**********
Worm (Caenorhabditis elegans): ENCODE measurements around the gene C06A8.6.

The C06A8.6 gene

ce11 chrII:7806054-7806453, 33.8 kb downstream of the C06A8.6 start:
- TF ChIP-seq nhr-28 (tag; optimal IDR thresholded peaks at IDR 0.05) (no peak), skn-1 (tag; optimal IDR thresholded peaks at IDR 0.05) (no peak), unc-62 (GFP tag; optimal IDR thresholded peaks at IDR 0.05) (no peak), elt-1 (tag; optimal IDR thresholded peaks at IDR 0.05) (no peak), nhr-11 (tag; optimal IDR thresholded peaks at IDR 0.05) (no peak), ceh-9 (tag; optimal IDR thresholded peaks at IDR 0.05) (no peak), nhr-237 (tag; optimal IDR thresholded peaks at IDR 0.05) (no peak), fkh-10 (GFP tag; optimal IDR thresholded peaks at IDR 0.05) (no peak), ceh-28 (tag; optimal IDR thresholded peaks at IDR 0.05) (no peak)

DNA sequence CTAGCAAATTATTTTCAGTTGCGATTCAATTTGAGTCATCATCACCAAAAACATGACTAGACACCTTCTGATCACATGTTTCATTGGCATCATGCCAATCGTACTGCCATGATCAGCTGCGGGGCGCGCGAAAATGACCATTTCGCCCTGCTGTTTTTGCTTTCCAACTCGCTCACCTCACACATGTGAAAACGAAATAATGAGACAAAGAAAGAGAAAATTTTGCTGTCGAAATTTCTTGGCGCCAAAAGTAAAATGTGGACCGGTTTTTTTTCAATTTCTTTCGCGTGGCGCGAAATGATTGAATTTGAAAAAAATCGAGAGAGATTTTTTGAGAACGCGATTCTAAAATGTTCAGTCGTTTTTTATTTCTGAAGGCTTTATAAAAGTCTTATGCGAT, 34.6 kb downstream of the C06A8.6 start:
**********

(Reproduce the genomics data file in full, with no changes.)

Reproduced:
Worm (Caenorhabditis elegans): ENCODE measurements around the gene C06A8.6.

The C06A8.6 gene

ce11 chrII:7806054-7806453, 33.8 kb downstream of the C06A8.6 start:
- TF ChIP-seq nhr-28 (tag; optimal IDR thresholded peaks at IDR 0.05) (no peak), skn-1 (tag; optimal IDR thresholded peaks at IDR 0.05) (no peak), unc-62 (GFP tag; optimal IDR thresholded peaks at IDR 0.05) (no peak), elt-1 (tag; optimal IDR thresholded peaks at IDR 0.05) (no peak), nhr-11 (tag; optimal IDR thresholded peaks at IDR 0.05) (no peak), ceh-9 (tag; optimal IDR thresholded peaks at IDR 0.05) (no peak), nhr-237 (tag; optimal IDR thresholded peaks at IDR 0.05) (no peak), fkh-10 (GFP tag; optimal IDR thresholded peaks at IDR 0.05) (no peak), ceh-28 (tag; optimal IDR thresholded peaks at IDR 0.05) (no peak)

DNA sequence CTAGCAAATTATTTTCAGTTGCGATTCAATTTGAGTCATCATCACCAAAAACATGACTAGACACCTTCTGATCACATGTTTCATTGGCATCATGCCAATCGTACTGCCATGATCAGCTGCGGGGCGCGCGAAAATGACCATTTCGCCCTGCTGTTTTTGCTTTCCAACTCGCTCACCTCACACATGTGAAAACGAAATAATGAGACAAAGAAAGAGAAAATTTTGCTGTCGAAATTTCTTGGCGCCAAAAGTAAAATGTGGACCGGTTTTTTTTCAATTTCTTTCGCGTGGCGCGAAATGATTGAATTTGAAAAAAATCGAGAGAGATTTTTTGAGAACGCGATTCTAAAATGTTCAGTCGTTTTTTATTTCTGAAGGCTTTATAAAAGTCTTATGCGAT, 34.6 kb downstream of the C06A8.6 start: